UPDATE: EFF is happy to report that in recent interviews, Microsoft has demonstrated enthusiasm for the creativity of hardware hackers and researchers, ultimately embracing the first wave of Kinect innovation.

When Microsoft announced that it was launching a webcam-style peripheral for its Xbox360 that would allow users to interact with the game system without the need for a game controller, the excitement was not limited to gamers. The Kinect, which allows a user to control games through gestures, speech, and presented objects or images immediately intrigued the hardware hacking community. The folks at AdaFruit Industries gushed, “Imagine being able to use this off the shelf camera for Xbox for Mac, Linux, Win, embedded systems, robotics, etc. We know Microsoft isn’t developing this device for FIRST Robotics, but we could!”

Given the range of possibilities for this technology, it is no surprise that it was immediately reverse engineered. Like the CueCat and Aibo and many other technologies before and after them, the Kinect has so many cool potential new uses that limiting those who can use it to those approved by Microsoft would be a tremendous waste and a lost opportunity for innovation. After all, reverse engineering is a crucial component of any healthy technical ecosystem.

To that end, AdaFruit offered a prize to the first person to write an open source driver for the Kinect. They then raised their bounty to $3,000. Days later, Spain-based hacker Hector Martin claimed the bounty. Within a day, hardware hackers were employing the open source driver to put the Kinect to all kinds of imaginative uses, including a multi-touch interface.

Microsoft’s initial response was to rattle its sword. A Microsoft spokesperson told CNET, “With Kinect, Microsoft built in numerous hardware and software safeguards designed to reduce the chances of product tampering. Microsoft will continue to make advances in these types of safeguards and work closely with law enforcement and product safety groups to keep Kinect tamper-resistant."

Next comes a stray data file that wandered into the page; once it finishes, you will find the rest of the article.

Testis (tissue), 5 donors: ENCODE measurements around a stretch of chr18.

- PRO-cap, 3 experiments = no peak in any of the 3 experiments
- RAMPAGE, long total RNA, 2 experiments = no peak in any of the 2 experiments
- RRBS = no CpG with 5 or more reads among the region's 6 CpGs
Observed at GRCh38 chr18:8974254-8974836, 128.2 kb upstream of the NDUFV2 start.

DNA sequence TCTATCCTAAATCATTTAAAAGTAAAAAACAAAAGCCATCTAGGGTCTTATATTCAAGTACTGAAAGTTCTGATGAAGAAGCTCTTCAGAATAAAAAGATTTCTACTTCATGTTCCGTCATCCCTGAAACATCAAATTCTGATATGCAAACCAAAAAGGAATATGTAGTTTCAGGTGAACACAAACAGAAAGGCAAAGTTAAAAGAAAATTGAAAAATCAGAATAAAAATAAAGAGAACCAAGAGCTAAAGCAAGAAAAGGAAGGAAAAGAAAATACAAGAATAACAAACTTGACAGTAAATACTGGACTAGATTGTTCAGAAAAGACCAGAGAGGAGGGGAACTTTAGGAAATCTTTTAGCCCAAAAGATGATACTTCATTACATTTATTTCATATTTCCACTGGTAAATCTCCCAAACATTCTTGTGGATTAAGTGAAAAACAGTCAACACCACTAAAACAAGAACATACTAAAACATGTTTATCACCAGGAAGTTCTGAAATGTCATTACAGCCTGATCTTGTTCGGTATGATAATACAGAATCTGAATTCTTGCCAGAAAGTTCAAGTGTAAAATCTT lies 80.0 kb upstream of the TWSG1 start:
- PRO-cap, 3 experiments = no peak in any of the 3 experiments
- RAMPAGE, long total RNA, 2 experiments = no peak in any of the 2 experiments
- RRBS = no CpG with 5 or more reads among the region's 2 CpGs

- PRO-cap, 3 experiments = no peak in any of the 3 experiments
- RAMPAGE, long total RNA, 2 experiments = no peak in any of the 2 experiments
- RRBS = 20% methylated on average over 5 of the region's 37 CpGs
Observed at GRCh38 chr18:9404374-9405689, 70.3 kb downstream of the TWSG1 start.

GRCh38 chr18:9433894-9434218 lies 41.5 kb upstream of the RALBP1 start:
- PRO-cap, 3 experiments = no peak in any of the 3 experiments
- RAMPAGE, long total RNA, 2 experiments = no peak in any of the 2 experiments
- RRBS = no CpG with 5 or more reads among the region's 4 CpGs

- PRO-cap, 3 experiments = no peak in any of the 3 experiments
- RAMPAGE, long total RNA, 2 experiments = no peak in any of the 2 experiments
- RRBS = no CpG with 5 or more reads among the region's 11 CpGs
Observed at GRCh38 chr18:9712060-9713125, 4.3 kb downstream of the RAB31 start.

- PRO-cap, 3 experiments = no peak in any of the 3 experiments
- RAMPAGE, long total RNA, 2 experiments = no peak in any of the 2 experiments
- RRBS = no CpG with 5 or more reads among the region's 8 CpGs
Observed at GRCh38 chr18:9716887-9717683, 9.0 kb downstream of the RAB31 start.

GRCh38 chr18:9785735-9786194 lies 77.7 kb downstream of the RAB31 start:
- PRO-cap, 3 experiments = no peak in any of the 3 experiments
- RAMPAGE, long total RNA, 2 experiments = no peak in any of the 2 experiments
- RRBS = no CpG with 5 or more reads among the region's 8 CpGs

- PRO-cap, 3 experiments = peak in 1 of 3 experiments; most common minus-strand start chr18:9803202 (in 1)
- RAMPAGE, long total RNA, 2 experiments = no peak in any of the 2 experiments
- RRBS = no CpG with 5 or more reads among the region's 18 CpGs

Microsoft should keep its sword in its scabbard. The Kinect technology is getting rave reviews and generating a real buzz. Microsoft could blow all of this goodwill if it tries to shut down independent innovation around the Kinect, as Sony learned when it tried to shut down innovation around the Aibo. Fans were so outraged that Sony was ultimately spurred to release a programmers kit for it. Microsoft should learn from Sony's experience and embrace its role as the creator of a new platform for innovation by supporting efforts like those of AdaFruit and hacker Hector Martin—after all, every hacker and every user of a hacked Kinect will have to buy the technology first.

Trying to stop tinkering won’t work anyway — the street finds its own uses for things and the potential uses for this in-home robotic device start from the prestigious FIRST contest and reach as far as the imagination will take them.

AdaFruit has now offered an additional $1000 bounty for a tool that makes it easy to use the Kinect on LINUX systems and Matt Cutts, the head of Google's webspam team, is offering another $1000 prize for the coolest tool, demonstration, or application using the Kinect.

Adafruit also made a donation of $2000 to the Electronic Frontier Foundation in the midst of this, citing our extensive work in support of coders’ rights and our efforts to preserve the freedom to tinker in the face of the anti-circumvention provisions of the DMCA. We greatly appreciate the support.